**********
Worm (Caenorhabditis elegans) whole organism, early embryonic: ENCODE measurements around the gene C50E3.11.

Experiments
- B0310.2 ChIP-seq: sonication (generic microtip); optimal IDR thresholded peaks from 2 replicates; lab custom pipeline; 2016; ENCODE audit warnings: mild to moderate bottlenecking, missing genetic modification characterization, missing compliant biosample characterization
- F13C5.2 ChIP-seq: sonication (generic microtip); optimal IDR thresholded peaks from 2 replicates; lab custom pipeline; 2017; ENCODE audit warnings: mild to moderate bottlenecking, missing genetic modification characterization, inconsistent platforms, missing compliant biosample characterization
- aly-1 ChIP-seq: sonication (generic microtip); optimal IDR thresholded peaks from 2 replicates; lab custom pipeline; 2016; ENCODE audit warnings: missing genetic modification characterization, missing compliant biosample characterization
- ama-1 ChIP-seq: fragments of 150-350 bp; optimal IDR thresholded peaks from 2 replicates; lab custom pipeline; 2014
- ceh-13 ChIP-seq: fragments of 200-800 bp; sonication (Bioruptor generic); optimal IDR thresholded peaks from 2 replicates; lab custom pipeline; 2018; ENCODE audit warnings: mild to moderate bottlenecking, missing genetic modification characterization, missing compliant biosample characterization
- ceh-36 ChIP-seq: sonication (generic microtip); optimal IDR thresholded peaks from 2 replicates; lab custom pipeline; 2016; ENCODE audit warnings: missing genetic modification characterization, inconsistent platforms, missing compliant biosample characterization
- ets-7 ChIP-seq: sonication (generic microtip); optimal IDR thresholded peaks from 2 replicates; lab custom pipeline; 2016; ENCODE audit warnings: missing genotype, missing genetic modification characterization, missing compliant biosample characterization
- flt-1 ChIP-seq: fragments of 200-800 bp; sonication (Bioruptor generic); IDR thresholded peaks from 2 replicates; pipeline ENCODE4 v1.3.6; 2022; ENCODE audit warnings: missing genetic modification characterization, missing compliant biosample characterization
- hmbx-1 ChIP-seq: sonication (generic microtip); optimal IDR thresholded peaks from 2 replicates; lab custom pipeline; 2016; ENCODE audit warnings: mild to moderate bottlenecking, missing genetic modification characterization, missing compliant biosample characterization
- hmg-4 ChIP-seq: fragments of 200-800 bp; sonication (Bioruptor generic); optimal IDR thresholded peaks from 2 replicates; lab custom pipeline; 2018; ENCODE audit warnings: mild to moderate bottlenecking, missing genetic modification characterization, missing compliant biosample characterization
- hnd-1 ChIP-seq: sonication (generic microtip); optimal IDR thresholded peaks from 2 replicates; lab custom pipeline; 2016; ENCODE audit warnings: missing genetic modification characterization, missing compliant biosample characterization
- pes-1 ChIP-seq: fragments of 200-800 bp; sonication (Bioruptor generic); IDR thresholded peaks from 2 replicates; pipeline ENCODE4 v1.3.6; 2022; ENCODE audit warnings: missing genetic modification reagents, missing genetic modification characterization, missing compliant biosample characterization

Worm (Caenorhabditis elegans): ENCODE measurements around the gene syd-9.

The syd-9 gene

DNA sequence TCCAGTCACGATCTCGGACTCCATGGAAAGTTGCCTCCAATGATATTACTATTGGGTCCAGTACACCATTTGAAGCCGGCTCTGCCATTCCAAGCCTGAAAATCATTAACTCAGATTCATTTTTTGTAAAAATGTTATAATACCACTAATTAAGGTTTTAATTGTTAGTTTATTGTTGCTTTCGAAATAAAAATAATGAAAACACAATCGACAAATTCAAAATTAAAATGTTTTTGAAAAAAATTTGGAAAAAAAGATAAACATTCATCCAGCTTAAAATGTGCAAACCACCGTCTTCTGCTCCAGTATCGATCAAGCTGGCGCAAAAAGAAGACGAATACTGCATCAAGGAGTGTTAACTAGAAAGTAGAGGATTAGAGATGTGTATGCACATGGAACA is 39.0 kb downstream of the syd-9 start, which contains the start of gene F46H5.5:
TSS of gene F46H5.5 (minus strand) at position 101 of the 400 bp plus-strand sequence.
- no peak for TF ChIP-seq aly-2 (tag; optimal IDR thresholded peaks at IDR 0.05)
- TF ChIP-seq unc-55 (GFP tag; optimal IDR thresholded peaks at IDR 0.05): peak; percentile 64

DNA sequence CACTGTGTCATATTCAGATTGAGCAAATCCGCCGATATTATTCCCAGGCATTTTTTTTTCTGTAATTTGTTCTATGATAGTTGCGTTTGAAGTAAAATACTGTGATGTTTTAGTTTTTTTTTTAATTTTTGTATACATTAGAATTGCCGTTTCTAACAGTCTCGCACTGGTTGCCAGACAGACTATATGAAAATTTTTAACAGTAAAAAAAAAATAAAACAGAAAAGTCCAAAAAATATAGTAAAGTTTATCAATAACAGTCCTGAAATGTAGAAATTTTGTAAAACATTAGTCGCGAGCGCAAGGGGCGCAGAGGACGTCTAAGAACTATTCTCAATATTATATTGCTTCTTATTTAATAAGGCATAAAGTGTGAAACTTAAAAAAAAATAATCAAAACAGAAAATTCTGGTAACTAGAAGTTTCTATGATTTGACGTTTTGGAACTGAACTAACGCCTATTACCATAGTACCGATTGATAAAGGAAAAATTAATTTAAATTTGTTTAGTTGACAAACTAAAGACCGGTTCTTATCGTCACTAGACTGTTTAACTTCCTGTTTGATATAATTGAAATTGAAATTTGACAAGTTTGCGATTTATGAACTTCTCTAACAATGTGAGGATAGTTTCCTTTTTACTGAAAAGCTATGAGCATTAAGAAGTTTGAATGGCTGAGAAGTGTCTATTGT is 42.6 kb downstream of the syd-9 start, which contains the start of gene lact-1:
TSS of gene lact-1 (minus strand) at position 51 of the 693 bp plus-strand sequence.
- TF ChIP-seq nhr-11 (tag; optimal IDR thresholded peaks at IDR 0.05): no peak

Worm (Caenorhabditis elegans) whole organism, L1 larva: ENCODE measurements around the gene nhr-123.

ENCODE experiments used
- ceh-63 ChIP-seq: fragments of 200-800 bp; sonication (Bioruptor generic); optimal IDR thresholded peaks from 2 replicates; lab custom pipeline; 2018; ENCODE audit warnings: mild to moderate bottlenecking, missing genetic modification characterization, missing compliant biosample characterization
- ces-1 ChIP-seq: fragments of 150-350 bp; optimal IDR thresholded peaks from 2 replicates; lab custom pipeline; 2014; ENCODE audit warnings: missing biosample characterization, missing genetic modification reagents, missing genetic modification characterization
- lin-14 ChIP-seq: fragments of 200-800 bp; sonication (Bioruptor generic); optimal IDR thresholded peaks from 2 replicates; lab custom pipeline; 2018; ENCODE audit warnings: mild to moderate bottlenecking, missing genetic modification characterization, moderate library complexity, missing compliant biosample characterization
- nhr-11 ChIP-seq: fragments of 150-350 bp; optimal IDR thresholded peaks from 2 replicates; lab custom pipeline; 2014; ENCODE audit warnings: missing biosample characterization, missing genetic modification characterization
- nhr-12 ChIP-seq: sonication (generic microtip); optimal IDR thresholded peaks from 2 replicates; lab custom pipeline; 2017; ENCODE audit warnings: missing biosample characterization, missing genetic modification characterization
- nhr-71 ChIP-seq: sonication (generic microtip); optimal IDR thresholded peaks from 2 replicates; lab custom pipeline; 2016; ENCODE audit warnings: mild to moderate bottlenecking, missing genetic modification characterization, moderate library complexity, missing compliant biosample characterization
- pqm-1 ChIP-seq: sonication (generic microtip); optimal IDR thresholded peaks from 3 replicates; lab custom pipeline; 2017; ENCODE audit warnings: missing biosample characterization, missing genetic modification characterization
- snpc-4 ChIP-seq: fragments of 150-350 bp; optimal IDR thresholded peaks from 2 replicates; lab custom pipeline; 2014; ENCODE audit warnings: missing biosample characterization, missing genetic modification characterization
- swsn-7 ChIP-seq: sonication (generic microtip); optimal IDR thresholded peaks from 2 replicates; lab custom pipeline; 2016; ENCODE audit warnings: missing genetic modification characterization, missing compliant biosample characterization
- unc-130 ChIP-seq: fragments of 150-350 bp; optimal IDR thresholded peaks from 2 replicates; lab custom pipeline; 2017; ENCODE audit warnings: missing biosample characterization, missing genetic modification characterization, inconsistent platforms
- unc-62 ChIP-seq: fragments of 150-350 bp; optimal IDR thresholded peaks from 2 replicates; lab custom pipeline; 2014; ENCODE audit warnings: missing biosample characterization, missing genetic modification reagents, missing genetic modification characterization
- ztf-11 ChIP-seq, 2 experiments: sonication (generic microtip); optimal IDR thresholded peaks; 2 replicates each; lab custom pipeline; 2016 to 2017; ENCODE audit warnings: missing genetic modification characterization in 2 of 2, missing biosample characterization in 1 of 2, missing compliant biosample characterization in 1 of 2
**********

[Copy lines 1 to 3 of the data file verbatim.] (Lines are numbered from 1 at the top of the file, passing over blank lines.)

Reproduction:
Worm (Caenorhabditis elegans) whole organism, early embryonic: ENCODE measurements around the gene C50E3.11.

Experiments
- B0310.2 ChIP-seq: sonication (generic microtip); optimal IDR thresholded peaks from 2 replicates; lab custom pipeline; 2016; ENCODE audit warnings: mild to moderate bottlenecking, missing genetic modification characterization, missing compliant biosample characterization